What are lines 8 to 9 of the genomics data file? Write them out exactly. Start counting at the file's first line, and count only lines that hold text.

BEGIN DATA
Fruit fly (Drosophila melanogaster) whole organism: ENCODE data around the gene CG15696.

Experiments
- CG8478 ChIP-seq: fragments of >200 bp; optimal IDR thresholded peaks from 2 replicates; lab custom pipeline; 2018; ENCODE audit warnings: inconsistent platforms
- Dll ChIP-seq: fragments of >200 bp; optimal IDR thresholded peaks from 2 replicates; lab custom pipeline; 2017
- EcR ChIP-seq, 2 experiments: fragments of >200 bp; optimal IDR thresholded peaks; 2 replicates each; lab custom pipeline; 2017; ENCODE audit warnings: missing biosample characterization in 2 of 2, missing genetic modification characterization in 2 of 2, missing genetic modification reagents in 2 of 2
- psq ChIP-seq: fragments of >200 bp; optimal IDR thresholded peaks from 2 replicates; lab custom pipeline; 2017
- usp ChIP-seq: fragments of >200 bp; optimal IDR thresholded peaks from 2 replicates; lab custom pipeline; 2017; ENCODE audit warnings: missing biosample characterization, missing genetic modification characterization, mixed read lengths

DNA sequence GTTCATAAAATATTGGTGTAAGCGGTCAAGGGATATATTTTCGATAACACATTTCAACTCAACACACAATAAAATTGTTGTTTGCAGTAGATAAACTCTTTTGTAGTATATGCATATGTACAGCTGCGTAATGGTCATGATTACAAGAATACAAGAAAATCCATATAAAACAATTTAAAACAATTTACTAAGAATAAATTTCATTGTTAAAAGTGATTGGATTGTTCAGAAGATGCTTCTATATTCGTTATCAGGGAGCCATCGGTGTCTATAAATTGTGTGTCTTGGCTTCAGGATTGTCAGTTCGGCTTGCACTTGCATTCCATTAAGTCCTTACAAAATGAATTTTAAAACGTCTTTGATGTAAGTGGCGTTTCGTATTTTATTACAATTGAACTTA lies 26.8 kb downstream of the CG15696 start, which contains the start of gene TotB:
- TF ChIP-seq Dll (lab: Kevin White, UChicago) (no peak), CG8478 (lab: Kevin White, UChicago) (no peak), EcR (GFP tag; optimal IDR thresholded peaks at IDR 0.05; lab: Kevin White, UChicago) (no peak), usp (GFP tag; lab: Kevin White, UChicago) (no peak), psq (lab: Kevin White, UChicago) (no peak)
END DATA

DNA sequence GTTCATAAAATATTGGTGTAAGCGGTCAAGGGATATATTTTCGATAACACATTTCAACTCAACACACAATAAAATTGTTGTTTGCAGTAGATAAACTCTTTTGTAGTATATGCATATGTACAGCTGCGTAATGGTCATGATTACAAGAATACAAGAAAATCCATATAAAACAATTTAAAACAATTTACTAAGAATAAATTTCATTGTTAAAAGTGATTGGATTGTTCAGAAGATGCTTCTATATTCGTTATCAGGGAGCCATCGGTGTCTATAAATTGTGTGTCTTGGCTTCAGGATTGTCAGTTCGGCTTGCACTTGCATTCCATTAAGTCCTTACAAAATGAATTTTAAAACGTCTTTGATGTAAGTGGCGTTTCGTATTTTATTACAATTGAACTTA lies 26.8 kb downstream of the CG15696 start, which contains the start of gene TotB:
- TF ChIP-seq Dll (lab: Kevin White, UChicago) (no peak), CG8478 (lab: Kevin White, UChicago) (no peak), EcR (GFP tag; optimal IDR thresholded peaks at IDR 0.05; lab: Kevin White, UChicago) (no peak), usp (GFP tag; lab: Kevin White, UChicago) (no peak), psq (lab: Kevin White, UChicago) (no peak)